After much too long a hiatus, I finally got back on location with the PAACK to resume my project to create collage en plein air. Setting out in the morning seemed like a “forced march,” including unwarranted worries that I’d forgotten something essential, but as soon as I got to the nearby Scott estate, I was at home scouting for a place to sit. The environment and hospitality were both exceptional. With the grounds in ideal shape, our hosts had offered many inviting points of view. Relying on my card with a square cutout, I fixated on a cluster of three outbuildings that would provide some desired depth (which I then proceeded to compress in space). I also was looking for a good opportunity to continue developing my technique for trees. I made a conscious effort to back off from a previous “fastidious” style and to evolve a looser method of “painting with paper.” I resisted concerns about the end result whenever I discerned a now-familiar tendency to tighten up. It was a solid, productive outing during the hottest chunk of a fine summer day.

An enjoyable discussion with the owner revealed the detail I would need for a fitting title. It was quite possible that the old, white-washed brick structure central to my composition had been the storehouse for a tannery in early Danville, one of the original pioneer settlements in Kentucky. The small piece turned out to be a 50%-50% location-to-studio allocation. This same time formula (which still allows for a legitimate plein-air designation) was applied to another miniature that I finished next, a scene that overlooked a spot on Main Street (here in downtown Danville). The artwork was something I’d commenced before a knee injury sidelined my plein-air activity last year. After a double session in the open, I’d always intended the piece to be a hundred-percent outside solution. I surrendered that idea and decided to pull it out of storage for a studio conclusion, in order to make the deadline for our annual group exhibition. In a future entry, I’ll delve into additional aspects of what I’m discovering about this process and a few of the helpful techniques that I’ve learned.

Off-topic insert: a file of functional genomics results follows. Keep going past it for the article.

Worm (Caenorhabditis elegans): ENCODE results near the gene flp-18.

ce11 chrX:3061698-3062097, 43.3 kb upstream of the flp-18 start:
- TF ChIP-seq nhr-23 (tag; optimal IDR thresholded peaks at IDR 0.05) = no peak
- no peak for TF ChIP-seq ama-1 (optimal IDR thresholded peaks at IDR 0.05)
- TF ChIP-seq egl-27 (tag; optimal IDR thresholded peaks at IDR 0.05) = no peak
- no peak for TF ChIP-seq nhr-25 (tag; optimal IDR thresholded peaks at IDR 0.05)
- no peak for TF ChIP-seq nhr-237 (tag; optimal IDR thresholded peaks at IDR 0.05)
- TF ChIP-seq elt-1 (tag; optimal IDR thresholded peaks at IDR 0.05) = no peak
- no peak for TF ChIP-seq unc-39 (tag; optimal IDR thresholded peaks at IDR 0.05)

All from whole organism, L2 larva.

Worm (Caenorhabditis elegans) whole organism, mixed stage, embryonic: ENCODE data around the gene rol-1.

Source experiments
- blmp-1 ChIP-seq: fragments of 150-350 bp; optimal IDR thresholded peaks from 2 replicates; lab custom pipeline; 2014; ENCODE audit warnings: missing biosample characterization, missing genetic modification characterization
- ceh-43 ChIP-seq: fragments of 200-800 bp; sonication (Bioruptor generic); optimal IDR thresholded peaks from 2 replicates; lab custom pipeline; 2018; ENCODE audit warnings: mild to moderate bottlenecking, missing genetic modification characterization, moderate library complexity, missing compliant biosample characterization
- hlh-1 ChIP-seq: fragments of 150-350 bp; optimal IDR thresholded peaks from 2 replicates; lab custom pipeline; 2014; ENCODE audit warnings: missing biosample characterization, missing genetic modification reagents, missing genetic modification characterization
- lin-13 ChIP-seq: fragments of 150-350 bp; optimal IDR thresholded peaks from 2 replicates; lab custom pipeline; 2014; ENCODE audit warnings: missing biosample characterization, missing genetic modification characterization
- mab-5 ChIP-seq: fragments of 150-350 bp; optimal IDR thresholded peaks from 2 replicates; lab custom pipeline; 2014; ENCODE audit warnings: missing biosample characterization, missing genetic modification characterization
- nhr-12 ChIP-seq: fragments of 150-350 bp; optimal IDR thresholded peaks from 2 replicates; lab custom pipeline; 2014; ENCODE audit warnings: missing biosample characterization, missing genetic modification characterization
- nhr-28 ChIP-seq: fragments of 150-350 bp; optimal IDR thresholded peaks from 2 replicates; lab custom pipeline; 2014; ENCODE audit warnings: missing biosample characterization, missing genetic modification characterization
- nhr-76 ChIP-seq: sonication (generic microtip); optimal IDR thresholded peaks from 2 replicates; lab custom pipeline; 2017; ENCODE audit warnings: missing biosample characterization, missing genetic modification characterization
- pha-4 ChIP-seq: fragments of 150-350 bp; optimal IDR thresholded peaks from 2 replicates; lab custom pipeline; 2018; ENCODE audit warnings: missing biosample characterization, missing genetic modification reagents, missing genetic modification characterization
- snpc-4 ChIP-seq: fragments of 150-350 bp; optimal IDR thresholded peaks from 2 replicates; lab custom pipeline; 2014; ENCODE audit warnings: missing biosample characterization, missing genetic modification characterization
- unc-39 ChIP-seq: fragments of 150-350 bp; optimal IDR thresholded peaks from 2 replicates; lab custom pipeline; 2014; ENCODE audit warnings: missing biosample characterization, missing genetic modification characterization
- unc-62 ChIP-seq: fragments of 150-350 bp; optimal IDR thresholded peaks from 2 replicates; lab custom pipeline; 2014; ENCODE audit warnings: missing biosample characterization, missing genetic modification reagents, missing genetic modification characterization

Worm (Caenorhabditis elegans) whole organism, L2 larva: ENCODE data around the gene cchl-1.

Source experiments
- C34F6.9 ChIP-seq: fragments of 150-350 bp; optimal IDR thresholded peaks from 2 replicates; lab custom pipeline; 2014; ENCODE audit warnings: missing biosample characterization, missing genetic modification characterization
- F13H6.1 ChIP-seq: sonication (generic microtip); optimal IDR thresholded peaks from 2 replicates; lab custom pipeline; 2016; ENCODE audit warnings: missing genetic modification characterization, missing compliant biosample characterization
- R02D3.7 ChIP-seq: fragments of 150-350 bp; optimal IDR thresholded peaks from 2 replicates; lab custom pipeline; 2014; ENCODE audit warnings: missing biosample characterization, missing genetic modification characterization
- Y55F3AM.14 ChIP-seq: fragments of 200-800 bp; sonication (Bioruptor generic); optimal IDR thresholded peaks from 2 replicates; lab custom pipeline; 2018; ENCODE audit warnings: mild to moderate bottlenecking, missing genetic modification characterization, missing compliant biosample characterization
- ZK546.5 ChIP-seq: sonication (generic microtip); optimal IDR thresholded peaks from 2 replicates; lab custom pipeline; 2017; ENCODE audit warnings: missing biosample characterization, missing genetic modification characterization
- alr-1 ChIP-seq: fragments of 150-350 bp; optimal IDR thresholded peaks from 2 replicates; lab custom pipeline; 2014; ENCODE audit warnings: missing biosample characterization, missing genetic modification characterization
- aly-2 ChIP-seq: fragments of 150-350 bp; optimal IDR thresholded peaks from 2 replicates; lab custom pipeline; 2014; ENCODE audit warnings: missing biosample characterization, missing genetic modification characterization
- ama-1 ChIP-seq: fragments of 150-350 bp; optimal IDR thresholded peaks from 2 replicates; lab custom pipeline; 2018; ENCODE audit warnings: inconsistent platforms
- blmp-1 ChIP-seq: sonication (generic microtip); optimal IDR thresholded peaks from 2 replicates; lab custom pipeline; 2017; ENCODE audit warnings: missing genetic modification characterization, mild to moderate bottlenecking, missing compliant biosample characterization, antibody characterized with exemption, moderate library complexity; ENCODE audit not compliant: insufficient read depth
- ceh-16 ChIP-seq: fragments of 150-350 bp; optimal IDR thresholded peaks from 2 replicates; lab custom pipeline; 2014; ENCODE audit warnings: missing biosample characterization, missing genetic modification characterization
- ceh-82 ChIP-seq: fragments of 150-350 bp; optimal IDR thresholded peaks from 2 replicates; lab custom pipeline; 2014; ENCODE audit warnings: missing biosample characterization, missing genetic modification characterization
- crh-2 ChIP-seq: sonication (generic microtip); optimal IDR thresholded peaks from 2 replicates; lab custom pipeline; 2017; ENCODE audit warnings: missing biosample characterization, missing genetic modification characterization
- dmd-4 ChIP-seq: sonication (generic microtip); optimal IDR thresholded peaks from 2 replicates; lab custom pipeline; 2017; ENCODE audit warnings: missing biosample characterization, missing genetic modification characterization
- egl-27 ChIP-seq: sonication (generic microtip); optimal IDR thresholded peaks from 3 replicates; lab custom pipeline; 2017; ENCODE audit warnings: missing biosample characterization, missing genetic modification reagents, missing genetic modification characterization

The 2019 En Plein Air show is currently on display until the end of August. An opening reception this Saturday evening coincides with a festive name-change event for the local arts venue — now to be identified as Art Center of the Bluegrass. The prominent facility in a former federal post office has always felt like a “home stadium” to me, ever since my first solo collage exhibition was held there, not long after the building was acquired and restored as a focal point for the arts. Long-time followers of this humble blogsite will know that it has surfaced regularly in the yearly roster. My best to everyone on deck at this institution, as you chart new waters for a valuable community resource.
 
 

Perhaps a Tannery
plein air collage miniature by J A Dixon
7 x 7.25 inches

•  S O L D

 

Across Main
plein air collage miniature by J A Dixon
7.875 x 9.125 inches

•  S O L D

Therapeutic factionalism or personal catharsis?

Tuesday, August 6th, 2019

“Anger is a very limiting emotion. There’s not much you can do with it. There’s no hope in it.”
— Wendell Berry
 

There was a time when the arts may have held the capacity to alter the world around us. From time to time, music probably has. Perhaps the dramatic arts, too. The oral and written arts of language certainly have, and they remain highly consequential, but the notion that those engaged in artistic “visual statements” can affect society is an illusion. The early 20th-century avant-garde believed they could, and maybe they did, to some extent, while the attention of a less distracted elite was seized. At any rate, this innovative class took what they had absorbed, rejected much of it, and cultivated the vocabulary of the modern art forms which influence the bulk of what artists do today. And almost all of what we do now has very little if any catalytic effect on evolving civilization — especially if it was overtly intended to do just that. But make no mistake about it, “message art” has been, is, and can be a significant catharsis for creative individuals. Rest assured that it will reinforce solidarity among people of like mind. It can also be relied upon to irritate many of the others.
 

Taboo Faction
collage catharsis by J A Dixon
8.125 x 11.5 inches
available for purchase